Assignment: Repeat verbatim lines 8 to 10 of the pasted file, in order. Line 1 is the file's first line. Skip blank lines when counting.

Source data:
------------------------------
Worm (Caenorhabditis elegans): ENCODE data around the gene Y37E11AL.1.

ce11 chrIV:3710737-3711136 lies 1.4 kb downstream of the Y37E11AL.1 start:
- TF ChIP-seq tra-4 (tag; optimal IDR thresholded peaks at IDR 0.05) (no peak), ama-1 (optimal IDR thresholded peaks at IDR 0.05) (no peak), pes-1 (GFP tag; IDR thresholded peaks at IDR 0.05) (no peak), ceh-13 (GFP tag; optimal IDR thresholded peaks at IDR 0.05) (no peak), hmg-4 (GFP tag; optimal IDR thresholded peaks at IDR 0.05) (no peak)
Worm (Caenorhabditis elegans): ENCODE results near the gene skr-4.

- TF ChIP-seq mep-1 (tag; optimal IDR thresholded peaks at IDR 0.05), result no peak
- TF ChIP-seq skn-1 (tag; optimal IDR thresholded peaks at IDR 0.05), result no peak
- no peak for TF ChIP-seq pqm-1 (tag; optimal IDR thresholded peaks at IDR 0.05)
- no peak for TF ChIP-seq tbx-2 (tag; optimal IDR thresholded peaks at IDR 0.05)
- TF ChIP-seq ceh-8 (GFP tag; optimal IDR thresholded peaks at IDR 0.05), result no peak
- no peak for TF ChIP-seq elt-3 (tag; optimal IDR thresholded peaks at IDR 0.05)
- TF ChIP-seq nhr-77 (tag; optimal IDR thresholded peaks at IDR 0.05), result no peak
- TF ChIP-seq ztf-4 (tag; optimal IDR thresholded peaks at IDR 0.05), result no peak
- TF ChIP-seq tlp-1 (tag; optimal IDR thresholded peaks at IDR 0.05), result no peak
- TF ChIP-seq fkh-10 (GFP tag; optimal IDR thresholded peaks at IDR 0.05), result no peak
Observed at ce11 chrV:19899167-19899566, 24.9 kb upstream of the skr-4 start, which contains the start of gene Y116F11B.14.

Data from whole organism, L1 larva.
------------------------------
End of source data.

- no peak for TF ChIP-seq tbx-2 (tag; optimal IDR thresholded peaks at IDR 0.05)
- TF ChIP-seq ceh-8 (GFP tag; optimal IDR thresholded peaks at IDR 0.05), result no peak
- no peak for TF ChIP-seq elt-3 (tag; optimal IDR thresholded peaks at IDR 0.05)